We know that moviemakers like Robert Zemeckis employ images of real-life
politicians for the purposes of their Hollywood fantasies. But do real-life
politicians employ Hollywood fantasies for the purposes of their own protection
and self-interest? That's the premise of Barry Levinson's satire Wag the
Dog, in which a president caught with his pants down has to concoct a phony
war to distract public opinion and win an upcoming election.
"When you think of the Gulf War," says Levinson in support of the story's
plausibility, "it's not unlike a junket. They took everybody [journalists] over
there and they put them in some Quonset hut and they brought them some food to
eat and showed them videos. It was a totally controlled world. When I was
watching at the time, I remember them saying, 60 days, 2000 missions a day. And
I remember thinking: I keep seeing -- which is one of the lines of the film --
that same smart bomb going down that chimney blowing up that factory. That
means they've got 120,000 videos of these sorties, how come I don't see at
least a couple hundred? I remember saying, you could fake that very easily --
not that they did -- but you could. The people don't see anything, they're in
the room, they have the food, they watch the video and someone comes out with a
map. But no one saw anything, really."
"Theoretically, anything is possible," says Dustin Hoffman, who in contrast to
his portrayal of a journalist exposing a Presidential cover-up in All the
President's Men here plays a Hollywood producer who creates one. "We ain't
seen nothing yet in terms of computer technology. So theoretically, you can
recreate a war. We also know that Vietnam was the last war where the
journalists were allowed total freedom and had, for the first time,
sophisticated equipment. You could almost simultaneously see what was going on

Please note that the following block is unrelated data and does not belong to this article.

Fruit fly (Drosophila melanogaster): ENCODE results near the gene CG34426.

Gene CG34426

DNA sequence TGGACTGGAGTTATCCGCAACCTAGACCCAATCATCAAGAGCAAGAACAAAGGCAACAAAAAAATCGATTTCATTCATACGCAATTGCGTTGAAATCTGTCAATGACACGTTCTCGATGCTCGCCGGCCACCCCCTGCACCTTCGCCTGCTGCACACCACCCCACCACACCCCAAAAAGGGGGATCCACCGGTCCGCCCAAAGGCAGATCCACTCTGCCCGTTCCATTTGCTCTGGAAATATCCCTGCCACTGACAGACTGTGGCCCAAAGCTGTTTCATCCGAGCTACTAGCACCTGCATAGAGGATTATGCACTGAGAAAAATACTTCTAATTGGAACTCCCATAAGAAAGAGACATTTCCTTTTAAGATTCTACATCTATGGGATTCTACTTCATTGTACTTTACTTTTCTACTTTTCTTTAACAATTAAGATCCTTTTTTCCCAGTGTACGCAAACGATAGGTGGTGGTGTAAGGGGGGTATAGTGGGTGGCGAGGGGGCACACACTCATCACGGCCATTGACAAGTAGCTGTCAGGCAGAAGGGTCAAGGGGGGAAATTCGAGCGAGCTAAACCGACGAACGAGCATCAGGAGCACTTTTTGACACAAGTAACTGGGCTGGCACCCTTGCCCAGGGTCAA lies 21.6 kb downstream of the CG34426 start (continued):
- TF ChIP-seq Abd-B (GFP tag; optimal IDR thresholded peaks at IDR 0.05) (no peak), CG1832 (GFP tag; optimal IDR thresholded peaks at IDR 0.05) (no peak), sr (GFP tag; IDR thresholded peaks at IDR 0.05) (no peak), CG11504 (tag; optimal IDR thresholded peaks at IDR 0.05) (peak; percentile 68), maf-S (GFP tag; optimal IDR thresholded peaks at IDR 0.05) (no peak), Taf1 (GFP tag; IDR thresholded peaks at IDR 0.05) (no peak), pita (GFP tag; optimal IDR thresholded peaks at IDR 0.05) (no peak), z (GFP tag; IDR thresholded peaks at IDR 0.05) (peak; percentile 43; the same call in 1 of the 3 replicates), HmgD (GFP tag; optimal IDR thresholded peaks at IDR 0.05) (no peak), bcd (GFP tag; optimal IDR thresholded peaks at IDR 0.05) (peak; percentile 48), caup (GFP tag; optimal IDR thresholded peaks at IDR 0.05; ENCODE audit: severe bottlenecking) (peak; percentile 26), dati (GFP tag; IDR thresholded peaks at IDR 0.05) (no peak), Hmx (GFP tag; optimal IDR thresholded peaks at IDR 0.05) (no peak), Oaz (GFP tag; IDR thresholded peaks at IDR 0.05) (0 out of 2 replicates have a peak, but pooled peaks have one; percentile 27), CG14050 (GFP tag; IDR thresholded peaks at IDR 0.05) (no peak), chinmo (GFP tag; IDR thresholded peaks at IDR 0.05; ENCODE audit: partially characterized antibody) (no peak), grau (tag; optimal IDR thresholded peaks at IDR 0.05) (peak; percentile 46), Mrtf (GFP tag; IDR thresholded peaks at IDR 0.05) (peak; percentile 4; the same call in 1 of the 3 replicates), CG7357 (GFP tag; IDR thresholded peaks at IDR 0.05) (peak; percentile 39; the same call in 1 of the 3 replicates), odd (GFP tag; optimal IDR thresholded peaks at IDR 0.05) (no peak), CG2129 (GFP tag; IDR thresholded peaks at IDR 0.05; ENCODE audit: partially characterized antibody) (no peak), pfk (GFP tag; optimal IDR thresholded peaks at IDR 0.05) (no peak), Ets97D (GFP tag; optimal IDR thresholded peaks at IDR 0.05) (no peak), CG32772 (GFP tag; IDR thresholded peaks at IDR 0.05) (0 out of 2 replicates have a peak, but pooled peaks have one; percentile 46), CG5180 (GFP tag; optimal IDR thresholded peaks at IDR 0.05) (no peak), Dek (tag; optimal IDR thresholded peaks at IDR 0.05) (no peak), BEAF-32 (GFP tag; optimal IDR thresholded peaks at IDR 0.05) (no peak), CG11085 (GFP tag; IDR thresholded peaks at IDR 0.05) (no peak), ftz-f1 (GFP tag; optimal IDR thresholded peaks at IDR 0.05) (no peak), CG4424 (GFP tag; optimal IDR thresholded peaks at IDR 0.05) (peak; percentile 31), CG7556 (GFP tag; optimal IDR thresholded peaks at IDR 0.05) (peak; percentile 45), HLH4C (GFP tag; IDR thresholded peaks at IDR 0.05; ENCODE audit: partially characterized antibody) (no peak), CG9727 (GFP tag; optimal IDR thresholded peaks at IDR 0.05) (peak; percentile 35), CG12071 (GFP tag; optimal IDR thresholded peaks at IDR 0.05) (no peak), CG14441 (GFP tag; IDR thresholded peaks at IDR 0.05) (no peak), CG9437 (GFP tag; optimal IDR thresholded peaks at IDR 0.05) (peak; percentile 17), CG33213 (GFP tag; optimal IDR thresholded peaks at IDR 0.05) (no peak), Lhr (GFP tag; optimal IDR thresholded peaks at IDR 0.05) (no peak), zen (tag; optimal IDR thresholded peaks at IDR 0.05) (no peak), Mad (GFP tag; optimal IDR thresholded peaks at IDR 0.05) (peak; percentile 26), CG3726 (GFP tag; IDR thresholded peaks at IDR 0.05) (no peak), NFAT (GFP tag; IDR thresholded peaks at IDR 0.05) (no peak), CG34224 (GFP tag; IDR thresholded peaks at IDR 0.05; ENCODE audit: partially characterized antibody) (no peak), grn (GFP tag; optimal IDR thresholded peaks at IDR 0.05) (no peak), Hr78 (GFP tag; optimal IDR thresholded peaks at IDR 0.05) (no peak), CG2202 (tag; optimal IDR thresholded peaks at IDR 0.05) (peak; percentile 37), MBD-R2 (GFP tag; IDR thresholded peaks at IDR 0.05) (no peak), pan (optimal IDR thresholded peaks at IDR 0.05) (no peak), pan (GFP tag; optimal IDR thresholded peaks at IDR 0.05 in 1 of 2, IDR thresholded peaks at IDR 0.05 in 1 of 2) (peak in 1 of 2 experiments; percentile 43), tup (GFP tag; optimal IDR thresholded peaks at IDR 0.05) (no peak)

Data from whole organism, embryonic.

while you were eating dinner. Both Republicans and Democrats said 'We ain't
gonna have this happen again.' Grenada, restricted, wasn't it? Gulf War, most
restricted. There was video footage from that war made by people hired by a
public-relations firm that was working for the administration."
Levinson and Hoffman had a chance to play their own disinformation game with
President Clinton himself when they and other cast members met him at a
Washington restaurant while shooting the movie.
"We had a nice conversation," Levinson remembers. "It was only when he asked
'What's the movie about?' and we all looked at one another and thought, well,
what are we going to say here? Not that he'd be totally offended; he's got a
pretty good sense of humor. And Dustin, of course, jumped in and told the
story. Not this movie, some other movie. I have no idea what movie he was
"I don't think we demeaned him in the movie," says Hoffman. "First of all,
it's not him, it's any President with a healthy libido. And personally I prefer
a President with a healthy libido than one who compensates, to put it bluntly.
Better Clinton's missile, than the other kind, which is used in place of it.
But look at where we are now. Look at what's on the news. Is his penis bent? We
all know what he's accused of. Can anybody tell you what year we're going to
run out of rain forest? I've heard 2050, by the way. Talk about an age of